Incredible videos showing the millions of protesters on Hong Kong’s streets have gone viral on social media and include the moment when a huge number of people parted in an orderly manner to let an ambulance through the multitude to reach a person who had fallen ill.
Hongkongers numbering an estimated 1.03 million and two million respectively took on the streets on two consecutive Sundays to demand the administration retract an extradition bill amendment that would have allowed fugitives to be sent to mainland China.
On June 23, the two million people – about 25% of the city’s population – took to the streets in a peaceful protest and a show of people power at its finest.
One video which went viral showed protesters parting in an orderly manner to make way for an ambulance on Harcourt Road near the Hong Kong Government Headquarters in Admiralty.
When the ambulance arrived, people at the front signaled with their hands to people at the back to move aside in an orderly manner to create a path for the ambulance to drive through.
The ambulance was called to take a protester who had fainted to a hospital for medical treatment. On social media, many people praised the protesters’ actions and described it as “Moses parting the Red Sea.”
In another video, tens of thousands of protesters were seen marching slowly. Meanwhile, many praised the level of tidiness in Hong Kong after so many people had marched – some of the protesters stayed overnight and cleaned up the streets.
Some young protesters returned to the scene in the middle of the night carrying garbage bags and helped clear up the rubbish left behind by others. They even sorted the recyclables and unused materials then cleaned up the rubbish.
Some protesters set up recycling booths along the routes used in the two rallies. Plastic bottles, placards and rubbish were carefully sorted and put into separate bags.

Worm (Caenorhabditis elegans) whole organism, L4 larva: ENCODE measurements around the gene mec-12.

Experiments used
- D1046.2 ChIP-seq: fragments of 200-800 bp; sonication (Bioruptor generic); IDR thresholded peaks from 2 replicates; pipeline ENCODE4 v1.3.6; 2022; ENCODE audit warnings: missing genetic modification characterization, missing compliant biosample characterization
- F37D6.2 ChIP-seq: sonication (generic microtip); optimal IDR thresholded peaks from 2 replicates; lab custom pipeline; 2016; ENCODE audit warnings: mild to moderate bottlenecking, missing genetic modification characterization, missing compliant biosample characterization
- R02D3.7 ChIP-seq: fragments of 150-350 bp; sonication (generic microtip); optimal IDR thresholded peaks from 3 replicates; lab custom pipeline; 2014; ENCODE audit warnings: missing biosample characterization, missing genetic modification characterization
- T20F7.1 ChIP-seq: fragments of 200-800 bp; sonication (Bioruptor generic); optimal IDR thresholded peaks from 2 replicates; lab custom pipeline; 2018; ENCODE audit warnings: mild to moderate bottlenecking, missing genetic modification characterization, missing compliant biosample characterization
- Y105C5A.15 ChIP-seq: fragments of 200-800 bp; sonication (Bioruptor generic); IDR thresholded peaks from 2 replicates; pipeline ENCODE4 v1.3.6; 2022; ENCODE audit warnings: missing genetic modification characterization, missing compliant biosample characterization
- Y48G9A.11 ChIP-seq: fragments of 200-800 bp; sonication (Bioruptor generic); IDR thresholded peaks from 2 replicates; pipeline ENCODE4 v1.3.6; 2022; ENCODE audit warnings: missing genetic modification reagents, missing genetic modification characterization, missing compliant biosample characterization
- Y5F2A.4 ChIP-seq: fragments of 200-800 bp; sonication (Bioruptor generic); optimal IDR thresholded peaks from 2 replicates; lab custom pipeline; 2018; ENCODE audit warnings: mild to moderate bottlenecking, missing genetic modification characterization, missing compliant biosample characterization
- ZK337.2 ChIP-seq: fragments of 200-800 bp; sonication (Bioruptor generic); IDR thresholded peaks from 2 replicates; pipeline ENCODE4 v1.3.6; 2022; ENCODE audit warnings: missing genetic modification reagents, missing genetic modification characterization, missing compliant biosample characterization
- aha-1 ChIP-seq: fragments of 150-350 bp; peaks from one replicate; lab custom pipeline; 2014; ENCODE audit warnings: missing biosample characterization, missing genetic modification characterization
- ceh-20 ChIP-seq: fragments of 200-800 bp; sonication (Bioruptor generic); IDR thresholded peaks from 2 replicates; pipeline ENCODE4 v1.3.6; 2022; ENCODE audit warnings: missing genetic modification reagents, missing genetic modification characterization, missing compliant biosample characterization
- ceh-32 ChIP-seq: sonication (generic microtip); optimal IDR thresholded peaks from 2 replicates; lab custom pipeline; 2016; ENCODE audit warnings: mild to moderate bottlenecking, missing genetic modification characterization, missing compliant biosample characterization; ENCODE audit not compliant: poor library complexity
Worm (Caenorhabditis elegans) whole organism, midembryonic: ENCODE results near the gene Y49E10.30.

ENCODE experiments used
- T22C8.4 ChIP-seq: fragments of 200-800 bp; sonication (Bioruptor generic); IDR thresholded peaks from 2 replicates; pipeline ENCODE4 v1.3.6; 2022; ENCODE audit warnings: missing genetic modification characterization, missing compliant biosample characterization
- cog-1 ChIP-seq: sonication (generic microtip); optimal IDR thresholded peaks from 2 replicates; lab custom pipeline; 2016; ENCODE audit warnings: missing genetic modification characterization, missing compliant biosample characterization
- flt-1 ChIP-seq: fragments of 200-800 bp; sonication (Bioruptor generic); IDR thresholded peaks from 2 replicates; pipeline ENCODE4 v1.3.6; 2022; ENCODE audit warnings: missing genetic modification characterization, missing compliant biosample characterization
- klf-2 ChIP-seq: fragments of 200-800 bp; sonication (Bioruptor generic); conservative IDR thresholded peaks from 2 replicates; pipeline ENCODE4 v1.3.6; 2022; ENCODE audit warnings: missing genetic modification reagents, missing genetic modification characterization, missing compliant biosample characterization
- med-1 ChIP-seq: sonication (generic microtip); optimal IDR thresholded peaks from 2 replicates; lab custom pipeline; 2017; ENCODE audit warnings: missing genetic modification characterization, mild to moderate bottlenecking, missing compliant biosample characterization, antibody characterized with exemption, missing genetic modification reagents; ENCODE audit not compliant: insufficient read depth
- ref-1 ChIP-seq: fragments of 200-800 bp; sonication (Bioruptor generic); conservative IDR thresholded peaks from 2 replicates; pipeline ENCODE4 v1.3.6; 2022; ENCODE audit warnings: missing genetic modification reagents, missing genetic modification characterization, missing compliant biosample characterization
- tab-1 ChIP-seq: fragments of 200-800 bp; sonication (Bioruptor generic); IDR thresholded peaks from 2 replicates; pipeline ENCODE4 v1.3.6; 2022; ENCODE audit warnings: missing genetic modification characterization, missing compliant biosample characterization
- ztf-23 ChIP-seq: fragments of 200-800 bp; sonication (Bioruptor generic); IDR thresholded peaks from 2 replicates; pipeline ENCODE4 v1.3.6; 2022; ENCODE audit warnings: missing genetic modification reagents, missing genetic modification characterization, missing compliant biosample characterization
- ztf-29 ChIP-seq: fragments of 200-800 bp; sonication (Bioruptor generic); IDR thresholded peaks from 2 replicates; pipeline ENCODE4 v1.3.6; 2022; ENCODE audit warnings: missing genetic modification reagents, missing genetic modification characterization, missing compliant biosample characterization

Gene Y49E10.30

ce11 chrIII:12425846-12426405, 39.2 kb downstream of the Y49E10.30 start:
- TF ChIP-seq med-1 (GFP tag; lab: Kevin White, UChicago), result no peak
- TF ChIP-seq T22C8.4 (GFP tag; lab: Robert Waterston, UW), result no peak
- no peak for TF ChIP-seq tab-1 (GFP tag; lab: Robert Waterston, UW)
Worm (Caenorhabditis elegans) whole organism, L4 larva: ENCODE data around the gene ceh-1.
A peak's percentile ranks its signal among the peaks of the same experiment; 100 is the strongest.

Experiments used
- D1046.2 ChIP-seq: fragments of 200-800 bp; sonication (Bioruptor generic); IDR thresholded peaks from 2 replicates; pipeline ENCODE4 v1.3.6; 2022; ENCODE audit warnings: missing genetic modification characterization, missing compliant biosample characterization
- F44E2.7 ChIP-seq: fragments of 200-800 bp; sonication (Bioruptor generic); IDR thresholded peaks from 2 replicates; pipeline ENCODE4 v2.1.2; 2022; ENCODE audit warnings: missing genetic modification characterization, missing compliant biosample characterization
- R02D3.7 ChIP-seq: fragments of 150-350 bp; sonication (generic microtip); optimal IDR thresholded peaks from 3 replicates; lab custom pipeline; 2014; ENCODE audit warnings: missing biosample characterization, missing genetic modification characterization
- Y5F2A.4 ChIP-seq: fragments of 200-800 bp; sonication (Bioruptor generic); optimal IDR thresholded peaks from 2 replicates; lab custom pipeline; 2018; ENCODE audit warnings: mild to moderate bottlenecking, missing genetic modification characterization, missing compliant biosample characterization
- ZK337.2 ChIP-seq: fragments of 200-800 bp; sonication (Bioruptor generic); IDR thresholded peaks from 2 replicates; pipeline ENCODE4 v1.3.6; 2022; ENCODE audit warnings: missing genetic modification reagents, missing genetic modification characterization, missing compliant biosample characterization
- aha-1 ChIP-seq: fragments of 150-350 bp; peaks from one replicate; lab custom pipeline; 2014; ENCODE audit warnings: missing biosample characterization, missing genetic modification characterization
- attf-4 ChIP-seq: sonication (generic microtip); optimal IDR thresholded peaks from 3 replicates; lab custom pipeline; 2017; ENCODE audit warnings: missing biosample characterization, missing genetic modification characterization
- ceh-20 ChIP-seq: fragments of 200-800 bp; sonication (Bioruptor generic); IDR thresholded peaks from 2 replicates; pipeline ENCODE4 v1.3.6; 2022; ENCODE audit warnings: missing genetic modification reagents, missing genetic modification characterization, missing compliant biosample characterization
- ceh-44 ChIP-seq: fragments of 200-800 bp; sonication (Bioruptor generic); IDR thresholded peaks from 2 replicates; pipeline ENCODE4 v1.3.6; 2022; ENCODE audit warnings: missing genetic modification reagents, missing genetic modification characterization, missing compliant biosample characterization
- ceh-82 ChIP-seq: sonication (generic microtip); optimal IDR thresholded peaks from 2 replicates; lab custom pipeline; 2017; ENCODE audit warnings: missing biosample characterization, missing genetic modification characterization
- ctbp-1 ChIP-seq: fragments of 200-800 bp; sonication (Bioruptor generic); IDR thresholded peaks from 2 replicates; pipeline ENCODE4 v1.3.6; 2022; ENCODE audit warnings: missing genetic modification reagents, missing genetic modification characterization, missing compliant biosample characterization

Because there were so many recycled items, the volunteers asked for help to send the recyclables to central collection points and protesters formed a human chain to move the bags.
Hong Kong’s youngsters showed the world their dedication to stopping the extradition law amendments and Chief Executive Carrie Lam as the rallies were held around the final exam period for schools.
Photos also surfaced which showed many students holding their notes and books to study while they were in the middle of the protest, marching slowing to government headquarters.
Students holding their books during the rally. Photo: Facebook
On June 12 when clashes happened between protesters and police, a group of young people, wearing raincoats marked with a blue cross, face masks and goggles, formed a human wall to protect a first aid station outside Admiralty MTR station.
Across the street from them was the government headquarters where riot police fired tear gas, rubber bullets and bean bag bullets at the protesters, the standnews.com reported.
Pierre Chan Pui-yin, a lawmaker from the medical functional constituency, said he received complaints that police fired tear gas at a first aid station at the intersection of Harcourt Road and Rodney Street in Admiralty.
The volunteers at the first aid station said they had clearly displayed across to identify their purpose, while the volunteers all wore highly visible safety vests. Chan urged the police force to carry out a thorough investigation into the matter.
Police Commissioner Stephen Lo Wai-chung and Chief Executive Carrie Lam classified the June 12 clashes as a riot, saying the protesters threw bricks and sharpened steel poles at police officers at the same vicinity.
However, photos and videos showed tear gas flying above the protesters’ heads and them running around trying to douse the flames and gas.
As the images and videos were released and went viral on various social media platforms all over the world, Hong Kong protesters received immense praise for setting a very positive example for future protesters.